Urushi is also a very delicate substance. The quality of urushi changes depending on the time of day and year in which the urushi is taken from the tree and it is also affected by the method and place by which it is collected. Urushi is different from other coating materials in the way that it is dried. It contains a substance called urushiol which reacts with oxygen and hardens through a process of oxidization. For this process to occur a suitable temperature and level of humidity are both necessary. The drying process also proceeds gradually over a considerable length of time after the piece has been completed. Therefore a piece that has just been finished should be treated very carefully when it is first used. It can be used normally after the first year and after about three years of use the gloss fully matures and the piece can be said to have come of age.

Ki urushiWajima Museum of Urushi Art

Urushiware is ecological

With its raw materials of wood and urushi, urushiware is a collaboration of two of the blessings of nature. The production process uses almost all natural materials which means that a very small amount of energy is required. Further, there are no harmful side-effects associated with the production process and it creates minimal environmental pollution or ecological damage.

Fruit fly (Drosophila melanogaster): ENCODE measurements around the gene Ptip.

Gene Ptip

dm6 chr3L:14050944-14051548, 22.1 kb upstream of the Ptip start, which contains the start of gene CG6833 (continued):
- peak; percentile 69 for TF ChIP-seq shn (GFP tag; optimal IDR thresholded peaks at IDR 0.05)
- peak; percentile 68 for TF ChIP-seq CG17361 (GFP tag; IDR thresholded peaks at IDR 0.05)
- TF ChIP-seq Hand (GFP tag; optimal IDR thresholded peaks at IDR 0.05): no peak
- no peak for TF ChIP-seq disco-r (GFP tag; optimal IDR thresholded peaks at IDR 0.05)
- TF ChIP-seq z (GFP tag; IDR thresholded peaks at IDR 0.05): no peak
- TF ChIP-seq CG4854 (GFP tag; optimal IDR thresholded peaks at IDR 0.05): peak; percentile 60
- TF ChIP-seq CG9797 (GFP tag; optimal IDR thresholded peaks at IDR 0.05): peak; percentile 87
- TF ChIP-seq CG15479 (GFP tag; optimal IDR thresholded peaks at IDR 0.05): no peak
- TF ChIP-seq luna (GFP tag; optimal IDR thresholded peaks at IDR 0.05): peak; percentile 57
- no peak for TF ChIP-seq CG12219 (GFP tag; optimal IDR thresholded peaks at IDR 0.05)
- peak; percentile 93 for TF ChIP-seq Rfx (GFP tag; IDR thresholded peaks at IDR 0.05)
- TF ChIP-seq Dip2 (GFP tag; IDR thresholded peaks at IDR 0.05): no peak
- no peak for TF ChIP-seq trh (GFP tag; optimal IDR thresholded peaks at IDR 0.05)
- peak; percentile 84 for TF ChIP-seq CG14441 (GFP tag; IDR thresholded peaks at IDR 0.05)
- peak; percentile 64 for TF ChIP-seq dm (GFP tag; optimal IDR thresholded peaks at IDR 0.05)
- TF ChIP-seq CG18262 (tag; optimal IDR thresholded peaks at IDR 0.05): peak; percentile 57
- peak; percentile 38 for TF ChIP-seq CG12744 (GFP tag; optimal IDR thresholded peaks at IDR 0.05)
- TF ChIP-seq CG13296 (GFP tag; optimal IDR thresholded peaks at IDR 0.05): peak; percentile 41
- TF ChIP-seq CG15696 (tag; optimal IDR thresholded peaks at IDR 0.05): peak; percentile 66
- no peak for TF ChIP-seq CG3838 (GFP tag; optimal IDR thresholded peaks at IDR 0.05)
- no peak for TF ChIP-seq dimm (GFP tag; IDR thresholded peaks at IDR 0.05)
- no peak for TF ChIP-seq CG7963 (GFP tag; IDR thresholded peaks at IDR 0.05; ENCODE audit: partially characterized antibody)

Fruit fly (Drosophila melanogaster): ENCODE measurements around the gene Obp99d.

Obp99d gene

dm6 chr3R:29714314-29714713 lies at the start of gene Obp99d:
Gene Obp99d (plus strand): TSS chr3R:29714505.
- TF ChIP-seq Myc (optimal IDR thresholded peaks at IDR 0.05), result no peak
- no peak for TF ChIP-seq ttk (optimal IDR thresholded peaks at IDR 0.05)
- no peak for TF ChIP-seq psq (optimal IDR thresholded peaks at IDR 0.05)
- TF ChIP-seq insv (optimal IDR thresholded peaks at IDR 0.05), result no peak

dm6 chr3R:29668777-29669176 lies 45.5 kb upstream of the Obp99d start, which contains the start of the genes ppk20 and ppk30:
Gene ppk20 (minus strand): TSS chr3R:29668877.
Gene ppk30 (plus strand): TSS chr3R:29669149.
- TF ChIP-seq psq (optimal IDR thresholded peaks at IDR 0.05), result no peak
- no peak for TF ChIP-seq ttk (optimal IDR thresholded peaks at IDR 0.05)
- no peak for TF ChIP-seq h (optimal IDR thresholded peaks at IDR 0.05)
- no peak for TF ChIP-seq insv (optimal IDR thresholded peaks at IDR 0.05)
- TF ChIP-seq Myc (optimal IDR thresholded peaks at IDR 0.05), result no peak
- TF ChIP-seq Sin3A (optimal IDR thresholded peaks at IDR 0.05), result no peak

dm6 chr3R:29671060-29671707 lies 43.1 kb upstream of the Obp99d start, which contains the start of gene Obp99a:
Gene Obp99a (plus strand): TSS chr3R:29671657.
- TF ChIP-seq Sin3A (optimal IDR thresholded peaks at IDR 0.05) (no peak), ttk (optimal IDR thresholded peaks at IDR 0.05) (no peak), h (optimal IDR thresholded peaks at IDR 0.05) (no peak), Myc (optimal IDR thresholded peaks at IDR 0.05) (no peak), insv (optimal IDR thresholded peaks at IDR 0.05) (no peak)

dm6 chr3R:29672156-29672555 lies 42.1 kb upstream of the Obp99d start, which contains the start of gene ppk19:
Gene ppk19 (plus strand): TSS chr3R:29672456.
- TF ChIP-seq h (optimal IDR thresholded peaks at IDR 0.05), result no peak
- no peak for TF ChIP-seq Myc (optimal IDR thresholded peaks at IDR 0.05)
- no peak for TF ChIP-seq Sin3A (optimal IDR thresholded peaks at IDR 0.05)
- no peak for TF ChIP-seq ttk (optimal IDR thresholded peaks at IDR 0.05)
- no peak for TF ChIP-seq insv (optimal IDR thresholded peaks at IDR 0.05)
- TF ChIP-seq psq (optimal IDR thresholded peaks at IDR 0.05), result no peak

Soup bowls with design of lobster in chinkin. (18-19C)Wajima Museum of Urushi Art

Sake wear coated with red lacquer. (1784)Wajima Museum of Urushi Art

Four tiered box with design of old pine tree in chinkin. (1848) by ISHIYA SeikuroWajima Museum of Urushi Art

Set of nine sake cups and stand decorated with makie. (1865)Wajima Museum of Urushi Art

Nimaiashizen-type meal table and bowls coated with black lacquer. (1907) by KOSHIKIMI SeikuroWajima Museum of Urushi Art

Set of gobosamazen-type meal tables and bowls coated with black lacquer. (1907) by KOSHIKIMI SeikuroWajima Museum of Urushi Art

Nimaiashizen-type meal table and bowls coated red lacquer. (1926) by SHOJI ZenjiroWajima Museum of Urushi Art